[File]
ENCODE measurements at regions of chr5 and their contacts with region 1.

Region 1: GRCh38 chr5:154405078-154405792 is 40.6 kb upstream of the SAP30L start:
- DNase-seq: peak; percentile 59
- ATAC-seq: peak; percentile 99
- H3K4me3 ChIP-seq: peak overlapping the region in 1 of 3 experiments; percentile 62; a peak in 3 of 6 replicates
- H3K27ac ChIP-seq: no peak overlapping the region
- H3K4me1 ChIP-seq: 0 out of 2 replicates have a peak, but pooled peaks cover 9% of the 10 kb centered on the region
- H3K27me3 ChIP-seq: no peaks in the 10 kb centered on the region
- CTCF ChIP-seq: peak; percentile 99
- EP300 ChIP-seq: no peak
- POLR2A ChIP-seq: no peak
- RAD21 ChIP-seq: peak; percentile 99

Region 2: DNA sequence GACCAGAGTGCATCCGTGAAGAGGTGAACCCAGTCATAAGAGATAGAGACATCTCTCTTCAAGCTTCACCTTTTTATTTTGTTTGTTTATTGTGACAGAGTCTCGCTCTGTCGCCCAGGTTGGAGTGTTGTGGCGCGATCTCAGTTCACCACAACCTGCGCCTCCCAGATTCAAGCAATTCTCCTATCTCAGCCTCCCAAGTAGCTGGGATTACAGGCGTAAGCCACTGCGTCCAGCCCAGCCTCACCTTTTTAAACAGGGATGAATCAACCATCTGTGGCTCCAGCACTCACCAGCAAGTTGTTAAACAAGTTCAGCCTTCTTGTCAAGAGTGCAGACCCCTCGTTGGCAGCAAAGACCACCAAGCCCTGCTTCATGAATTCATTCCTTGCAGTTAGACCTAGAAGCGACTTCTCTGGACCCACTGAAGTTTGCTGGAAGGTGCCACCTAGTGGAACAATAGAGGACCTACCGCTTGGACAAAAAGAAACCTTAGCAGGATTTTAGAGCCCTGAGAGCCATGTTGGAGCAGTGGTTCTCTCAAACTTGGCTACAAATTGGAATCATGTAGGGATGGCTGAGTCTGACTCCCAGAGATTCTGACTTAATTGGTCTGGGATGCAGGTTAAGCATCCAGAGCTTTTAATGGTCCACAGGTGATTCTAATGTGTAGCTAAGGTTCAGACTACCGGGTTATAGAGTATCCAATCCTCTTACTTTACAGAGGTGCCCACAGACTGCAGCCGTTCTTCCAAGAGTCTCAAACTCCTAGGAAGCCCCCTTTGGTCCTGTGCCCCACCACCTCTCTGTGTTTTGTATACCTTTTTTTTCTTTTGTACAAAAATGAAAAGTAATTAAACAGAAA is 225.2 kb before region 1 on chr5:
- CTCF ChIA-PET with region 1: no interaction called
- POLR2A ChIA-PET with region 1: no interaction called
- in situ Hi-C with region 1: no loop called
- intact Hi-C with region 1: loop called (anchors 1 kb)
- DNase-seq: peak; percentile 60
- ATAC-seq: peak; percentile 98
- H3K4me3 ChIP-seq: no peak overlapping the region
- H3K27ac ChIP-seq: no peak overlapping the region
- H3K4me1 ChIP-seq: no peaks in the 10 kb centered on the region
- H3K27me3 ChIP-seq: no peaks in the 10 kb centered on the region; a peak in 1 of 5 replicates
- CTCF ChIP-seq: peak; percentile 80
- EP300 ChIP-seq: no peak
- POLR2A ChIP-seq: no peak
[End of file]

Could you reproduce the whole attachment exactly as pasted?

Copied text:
ENCODE measurements at regions of chr5 and their contacts with region 1.

Region 1: GRCh38 chr5:154405078-154405792 is 40.6 kb upstream of the SAP30L start:
- DNase-seq: peak; percentile 59
- ATAC-seq: peak; percentile 99
- H3K4me3 ChIP-seq: peak overlapping the region in 1 of 3 experiments; percentile 62; a peak in 3 of 6 replicates
- H3K27ac ChIP-seq: no peak overlapping the region
- H3K4me1 ChIP-seq: 0 out of 2 replicates have a peak, but pooled peaks cover 9% of the 10 kb centered on the region
- H3K27me3 ChIP-seq: no peaks in the 10 kb centered on the region
- CTCF ChIP-seq: peak; percentile 99
- EP300 ChIP-seq: no peak
- POLR2A ChIP-seq: no peak
- RAD21 ChIP-seq: peak; percentile 99

Region 2: DNA sequence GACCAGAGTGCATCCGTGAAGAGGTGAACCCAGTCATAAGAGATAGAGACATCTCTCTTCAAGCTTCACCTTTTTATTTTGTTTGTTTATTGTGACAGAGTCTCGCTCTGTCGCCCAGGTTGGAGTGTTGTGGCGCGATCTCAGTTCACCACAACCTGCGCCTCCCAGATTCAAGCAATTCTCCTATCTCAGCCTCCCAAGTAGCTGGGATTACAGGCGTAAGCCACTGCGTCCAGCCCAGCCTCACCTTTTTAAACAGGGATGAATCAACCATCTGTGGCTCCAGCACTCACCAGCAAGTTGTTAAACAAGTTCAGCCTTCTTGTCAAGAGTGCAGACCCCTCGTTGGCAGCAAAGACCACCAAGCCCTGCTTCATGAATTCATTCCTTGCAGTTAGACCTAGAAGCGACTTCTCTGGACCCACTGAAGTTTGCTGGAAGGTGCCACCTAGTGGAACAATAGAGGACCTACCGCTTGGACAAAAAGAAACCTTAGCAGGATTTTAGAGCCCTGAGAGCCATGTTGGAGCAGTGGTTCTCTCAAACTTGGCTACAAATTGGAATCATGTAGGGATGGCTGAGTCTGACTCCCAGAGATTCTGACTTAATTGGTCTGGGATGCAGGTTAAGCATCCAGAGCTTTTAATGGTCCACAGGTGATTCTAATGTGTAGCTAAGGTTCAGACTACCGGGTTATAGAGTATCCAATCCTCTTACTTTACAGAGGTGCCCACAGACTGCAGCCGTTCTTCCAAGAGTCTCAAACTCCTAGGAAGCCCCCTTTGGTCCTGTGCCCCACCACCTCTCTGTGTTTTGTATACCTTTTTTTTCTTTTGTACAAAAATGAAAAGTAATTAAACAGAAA is 225.2 kb before region 1 on chr5:
- CTCF ChIA-PET with region 1: no interaction called
- POLR2A ChIA-PET with region 1: no interaction called
- in situ Hi-C with region 1: no loop called
- intact Hi-C with region 1: loop called (anchors 1 kb)
- DNase-seq: peak; percentile 60
- ATAC-seq: peak; percentile 98
- H3K4me3 ChIP-seq: no peak overlapping the region
- H3K27ac ChIP-seq: no peak overlapping the region
- H3K4me1 ChIP-seq: no peaks in the 10 kb centered on the region
- H3K27me3 ChIP-seq: no peaks in the 10 kb centered on the region; a peak in 1 of 5 replicates
- CTCF ChIP-seq: peak; percentile 80
- EP300 ChIP-seq: no peak
- POLR2A ChIP-seq: no peak